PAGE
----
Errol Morris: ‘There’s no guarantee you’ll find the truth. Sometimes you’re just lucky’

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The documentary film-maker discusses his Netflix series that takes in the CIA and conspiracy theories, and – he thinks – still has something to say about the era of ‘fake news’

29 Jan 2018 | Errol Morris | The Guardian

“There’s a quote that I have always liked in Jacques Tourneur’s film noir Out of the Past: “All I can see is the frame. I’m going in there now to look at the picture.” What does that mean to a detective? You know there’s something wrong with a story but you can’t put your finger on what it is.

Things don’t quite add up. Part of the effort in my recent Netflix project Wormwood was to construct a picture from various narrative fragments and pieces of evidence. But it’s even more complicated than that. You have various narratives, but part of the narrative is a desire to efface that narrative – to obscure it, to hide it.

What we know about the death in 1953 of army bioweapons expert Frank Olson comes primarily from a cache of documents given to the Olson family in 1975 by the director of the Central Intelligence Agency.

The “Colby documents” (named for then-CIA director William Colby) tell the story of Olson’s last 10 days on Earth. When you scrutinise them, as many have over the years, it’s hard not to imagine that things had been added and taken out. Revisions, elisions and contradictions abound.

You could say the central ambition of Wormwood is the pursuit of truth, and that would not be inaccurate – my pursuit of truth, Eric Olson’s pursuit of truth, that of the many other figures who have been involved over the years. But part of the story is also about the effacement of truth.

We sometimes think of the truth as being an undiscovered continent. (You’re landing on some beach somewhere and you say, “Aha! It’s the truth.”) But it doesn’t work like that. History is perishable. Documents can be destroyed. People die. Counter-narratives develop.

There’s truth, there’s a fact of the matter. But can we always access it? Wormwood is very much about that question. The limitations and the constraints on our access to truth. It’s not that truth is relative, or doesn’t exist, or that there’s no such thing as truth. Of course there’s such a thing as truth. But there’s no guarantee you’ll find it. Sometimes you’re just lucky.

Errol Morris (left) conducting an interview in Wormwood.
 Errol Morris (left) conducting an interview in Wormwood. Photograph: Netflix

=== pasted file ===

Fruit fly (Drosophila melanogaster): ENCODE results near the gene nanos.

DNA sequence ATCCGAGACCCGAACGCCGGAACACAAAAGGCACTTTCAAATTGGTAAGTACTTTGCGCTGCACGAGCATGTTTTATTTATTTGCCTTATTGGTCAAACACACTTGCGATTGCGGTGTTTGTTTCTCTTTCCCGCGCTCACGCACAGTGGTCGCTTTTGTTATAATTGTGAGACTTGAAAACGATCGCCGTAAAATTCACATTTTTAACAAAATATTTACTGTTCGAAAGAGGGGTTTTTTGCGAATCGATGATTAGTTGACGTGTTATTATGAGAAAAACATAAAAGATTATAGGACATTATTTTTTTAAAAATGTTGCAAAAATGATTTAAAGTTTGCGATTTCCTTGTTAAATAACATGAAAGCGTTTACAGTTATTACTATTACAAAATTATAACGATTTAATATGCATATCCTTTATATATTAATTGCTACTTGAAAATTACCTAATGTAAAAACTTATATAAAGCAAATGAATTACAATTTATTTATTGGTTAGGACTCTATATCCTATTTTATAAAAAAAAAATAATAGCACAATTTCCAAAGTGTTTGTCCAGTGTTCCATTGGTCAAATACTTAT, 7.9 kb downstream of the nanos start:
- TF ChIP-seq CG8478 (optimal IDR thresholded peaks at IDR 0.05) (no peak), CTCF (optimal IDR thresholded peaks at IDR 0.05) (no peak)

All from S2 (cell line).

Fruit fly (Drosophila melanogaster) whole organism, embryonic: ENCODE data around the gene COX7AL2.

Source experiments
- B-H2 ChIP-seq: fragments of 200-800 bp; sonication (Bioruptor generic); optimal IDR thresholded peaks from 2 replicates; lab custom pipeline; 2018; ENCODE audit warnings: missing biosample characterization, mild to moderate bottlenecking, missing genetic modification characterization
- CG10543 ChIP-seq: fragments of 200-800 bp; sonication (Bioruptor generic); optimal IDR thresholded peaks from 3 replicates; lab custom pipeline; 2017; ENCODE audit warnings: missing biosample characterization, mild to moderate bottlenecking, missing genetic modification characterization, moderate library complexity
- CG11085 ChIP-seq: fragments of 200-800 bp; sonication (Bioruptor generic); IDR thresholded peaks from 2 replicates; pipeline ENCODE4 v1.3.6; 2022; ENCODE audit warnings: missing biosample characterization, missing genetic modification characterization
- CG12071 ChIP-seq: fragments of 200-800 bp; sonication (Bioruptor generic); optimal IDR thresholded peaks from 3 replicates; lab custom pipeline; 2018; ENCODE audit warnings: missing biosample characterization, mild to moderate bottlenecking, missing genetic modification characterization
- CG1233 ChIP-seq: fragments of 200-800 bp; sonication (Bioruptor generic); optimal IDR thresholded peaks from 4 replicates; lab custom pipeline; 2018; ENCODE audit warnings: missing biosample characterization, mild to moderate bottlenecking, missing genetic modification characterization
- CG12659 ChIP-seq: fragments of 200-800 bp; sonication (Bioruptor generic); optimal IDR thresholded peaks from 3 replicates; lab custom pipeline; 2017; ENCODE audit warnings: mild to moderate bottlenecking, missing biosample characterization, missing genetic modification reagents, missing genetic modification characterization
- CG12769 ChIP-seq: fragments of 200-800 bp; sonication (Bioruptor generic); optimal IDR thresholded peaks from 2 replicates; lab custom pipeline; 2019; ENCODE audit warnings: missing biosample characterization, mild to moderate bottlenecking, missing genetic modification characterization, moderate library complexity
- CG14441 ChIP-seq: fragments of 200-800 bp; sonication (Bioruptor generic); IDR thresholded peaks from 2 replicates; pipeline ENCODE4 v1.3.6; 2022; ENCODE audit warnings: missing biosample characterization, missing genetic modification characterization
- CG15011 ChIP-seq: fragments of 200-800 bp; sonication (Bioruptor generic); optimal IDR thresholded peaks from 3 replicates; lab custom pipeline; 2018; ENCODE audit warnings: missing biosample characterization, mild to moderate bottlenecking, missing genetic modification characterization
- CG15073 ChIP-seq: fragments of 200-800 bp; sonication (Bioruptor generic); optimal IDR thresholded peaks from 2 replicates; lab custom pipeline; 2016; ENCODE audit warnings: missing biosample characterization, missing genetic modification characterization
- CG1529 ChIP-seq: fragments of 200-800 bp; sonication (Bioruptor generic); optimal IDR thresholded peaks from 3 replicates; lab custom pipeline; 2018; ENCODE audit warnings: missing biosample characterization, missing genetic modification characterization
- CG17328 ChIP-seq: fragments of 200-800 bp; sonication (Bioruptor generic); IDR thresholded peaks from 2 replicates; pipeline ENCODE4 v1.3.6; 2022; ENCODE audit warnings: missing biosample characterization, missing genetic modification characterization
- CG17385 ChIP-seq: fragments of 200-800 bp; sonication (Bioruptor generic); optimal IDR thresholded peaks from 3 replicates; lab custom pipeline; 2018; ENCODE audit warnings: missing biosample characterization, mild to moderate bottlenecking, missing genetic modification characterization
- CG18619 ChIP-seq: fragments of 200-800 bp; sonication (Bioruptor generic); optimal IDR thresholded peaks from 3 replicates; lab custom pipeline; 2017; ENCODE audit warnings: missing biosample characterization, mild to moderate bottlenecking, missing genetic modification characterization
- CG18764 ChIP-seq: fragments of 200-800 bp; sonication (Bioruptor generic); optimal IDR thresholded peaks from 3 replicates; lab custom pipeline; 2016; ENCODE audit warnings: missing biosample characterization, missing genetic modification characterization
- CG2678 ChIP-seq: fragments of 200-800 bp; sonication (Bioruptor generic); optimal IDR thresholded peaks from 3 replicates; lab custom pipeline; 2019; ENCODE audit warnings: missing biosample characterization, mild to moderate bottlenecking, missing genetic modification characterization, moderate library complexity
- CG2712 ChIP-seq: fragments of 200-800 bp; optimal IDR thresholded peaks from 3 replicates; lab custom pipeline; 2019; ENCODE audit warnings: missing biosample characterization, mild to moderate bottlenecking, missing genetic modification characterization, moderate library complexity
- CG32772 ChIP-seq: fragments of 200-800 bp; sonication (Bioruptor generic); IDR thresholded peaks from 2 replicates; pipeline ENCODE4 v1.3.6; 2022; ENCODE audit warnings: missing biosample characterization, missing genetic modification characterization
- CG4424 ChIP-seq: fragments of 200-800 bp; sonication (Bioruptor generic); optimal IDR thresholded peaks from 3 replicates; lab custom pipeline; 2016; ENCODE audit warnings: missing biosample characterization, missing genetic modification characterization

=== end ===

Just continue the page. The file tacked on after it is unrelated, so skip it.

There’s this idea that the further you pursue a story, the fewer unanswered questions there are. It’s usually not so simple. Often the pursuit of a story leads to endless additional questions that are unanswered and perhaps will never be answered. But this is no excuse for anti-curiosity – for denial, fear, apathy, despair … whatever.

A good investigator and storyteller must accept that some things will remain at best, ambiguous, and find a way to convey how and why that is so, as well as the implications of the uncertainty.

This was the inspiration for the drama in Wormwood. The drama isn’t re-enacting anything that we know to have happened. The drama is meant to bring viewers into a possibly apocryphal world shaped by the CIA to explain what happened.

It’s a way to immerse you in the complexities of the story – the competing accounts, the disagreements, the contradictions – so that you can try to puzzle through it yourself. To think about those 10 days, and how strange, how surreal, how unconvincing the account might be. The recreations in Wormwood take you into a mystery by allowing you to experience the attempts to cover it up.

We learn in Wormwood that part of the pursuit of truth is a fight with people who want to prevent us from finding it. It’s not a static thing, but rather an absurd fight, like a metaphysical chess game.

It’s not just the story of Eric Olson’s 60-year pursuit of the truth, not just the story of his father and what he did at Fort Detrick, not just the story of the US government’s attempts to deny and obfuscate what it did to Frank Olson. It’s all of the above.

Wormwood is as much about the present time as it is about the 1950s. This is not about something that isn’t relevant to the modern world. It’s completely relevant. To what extent can we trust the stories that are given to us by the government? Is the government hiding things?

Are we in the grip of a fake story, where the reality of what is going on is hidden from us? It should be an ongoing question for all of us.

The story of the cold war and what it meant for the US, and the institutional lying and self-deception that it created is a story at the heart of Wormwood, but it’s also pertinent to our present moment. That’s not to say that there are endless conspiracies.

It’s to say that we should always question the information that we’re given and try to see behind it. I like to think a healthy dose of skepticism is not a bad thing.

Wormwood is available on Netflix

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